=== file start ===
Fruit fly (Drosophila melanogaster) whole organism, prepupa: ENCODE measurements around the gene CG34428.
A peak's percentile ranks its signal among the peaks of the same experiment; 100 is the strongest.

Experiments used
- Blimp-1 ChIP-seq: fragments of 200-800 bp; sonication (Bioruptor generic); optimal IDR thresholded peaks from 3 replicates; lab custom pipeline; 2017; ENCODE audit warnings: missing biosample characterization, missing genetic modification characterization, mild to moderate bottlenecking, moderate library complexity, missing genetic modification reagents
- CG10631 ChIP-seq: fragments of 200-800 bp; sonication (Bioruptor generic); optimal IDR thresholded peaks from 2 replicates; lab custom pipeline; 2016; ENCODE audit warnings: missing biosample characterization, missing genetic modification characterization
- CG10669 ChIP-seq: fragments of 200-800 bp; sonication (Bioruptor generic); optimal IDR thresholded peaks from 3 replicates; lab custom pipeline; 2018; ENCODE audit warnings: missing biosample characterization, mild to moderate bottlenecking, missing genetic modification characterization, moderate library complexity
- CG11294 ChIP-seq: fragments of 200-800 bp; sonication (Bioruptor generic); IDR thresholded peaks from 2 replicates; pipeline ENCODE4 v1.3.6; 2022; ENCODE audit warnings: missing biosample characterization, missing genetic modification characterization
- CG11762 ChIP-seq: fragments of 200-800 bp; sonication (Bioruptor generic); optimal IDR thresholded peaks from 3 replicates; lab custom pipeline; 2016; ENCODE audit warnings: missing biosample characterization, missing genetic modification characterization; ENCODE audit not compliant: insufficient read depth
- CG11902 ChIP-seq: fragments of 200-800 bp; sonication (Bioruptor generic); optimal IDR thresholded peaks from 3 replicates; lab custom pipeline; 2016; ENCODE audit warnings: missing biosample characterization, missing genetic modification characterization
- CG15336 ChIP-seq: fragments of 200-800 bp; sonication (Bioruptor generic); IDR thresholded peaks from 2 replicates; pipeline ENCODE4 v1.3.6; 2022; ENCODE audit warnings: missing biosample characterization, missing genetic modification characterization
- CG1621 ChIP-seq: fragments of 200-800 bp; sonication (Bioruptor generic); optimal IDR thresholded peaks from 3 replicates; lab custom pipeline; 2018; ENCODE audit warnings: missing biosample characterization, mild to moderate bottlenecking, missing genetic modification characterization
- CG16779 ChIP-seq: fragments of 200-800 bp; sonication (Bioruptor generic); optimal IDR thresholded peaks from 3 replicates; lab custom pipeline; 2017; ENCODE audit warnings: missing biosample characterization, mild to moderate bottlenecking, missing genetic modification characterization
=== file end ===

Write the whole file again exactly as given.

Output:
Fruit fly (Drosophila melanogaster) whole organism, prepupa: ENCODE measurements around the gene CG34428.
A peak's percentile ranks its signal among the peaks of the same experiment; 100 is the strongest.

Experiments used
- Blimp-1 ChIP-seq: fragments of 200-800 bp; sonication (Bioruptor generic); optimal IDR thresholded peaks from 3 replicates; lab custom pipeline; 2017; ENCODE audit warnings: missing biosample characterization, missing genetic modification characterization, mild to moderate bottlenecking, moderate library complexity, missing genetic modification reagents
- CG10631 ChIP-seq: fragments of 200-800 bp; sonication (Bioruptor generic); optimal IDR thresholded peaks from 2 replicates; lab custom pipeline; 2016; ENCODE audit warnings: missing biosample characterization, missing genetic modification characterization
- CG10669 ChIP-seq: fragments of 200-800 bp; sonication (Bioruptor generic); optimal IDR thresholded peaks from 3 replicates; lab custom pipeline; 2018; ENCODE audit warnings: missing biosample characterization, mild to moderate bottlenecking, missing genetic modification characterization, moderate library complexity
- CG11294 ChIP-seq: fragments of 200-800 bp; sonication (Bioruptor generic); IDR thresholded peaks from 2 replicates; pipeline ENCODE4 v1.3.6; 2022; ENCODE audit warnings: missing biosample characterization, missing genetic modification characterization
- CG11762 ChIP-seq: fragments of 200-800 bp; sonication (Bioruptor generic); optimal IDR thresholded peaks from 3 replicates; lab custom pipeline; 2016; ENCODE audit warnings: missing biosample characterization, missing genetic modification characterization; ENCODE audit not compliant: insufficient read depth
- CG11902 ChIP-seq: fragments of 200-800 bp; sonication (Bioruptor generic); optimal IDR thresholded peaks from 3 replicates; lab custom pipeline; 2016; ENCODE audit warnings: missing biosample characterization, missing genetic modification characterization
- CG15336 ChIP-seq: fragments of 200-800 bp; sonication (Bioruptor generic); IDR thresholded peaks from 2 replicates; pipeline ENCODE4 v1.3.6; 2022; ENCODE audit warnings: missing biosample characterization, missing genetic modification characterization
- CG1621 ChIP-seq: fragments of 200-800 bp; sonication (Bioruptor generic); optimal IDR thresholded peaks from 3 replicates; lab custom pipeline; 2018; ENCODE audit warnings: missing biosample characterization, mild to moderate bottlenecking, missing genetic modification characterization
- CG16779 ChIP-seq: fragments of 200-800 bp; sonication (Bioruptor generic); optimal IDR thresholded peaks from 3 replicates; lab custom pipeline; 2017; ENCODE audit warnings: missing biosample characterization, mild to moderate bottlenecking, missing genetic modification characterization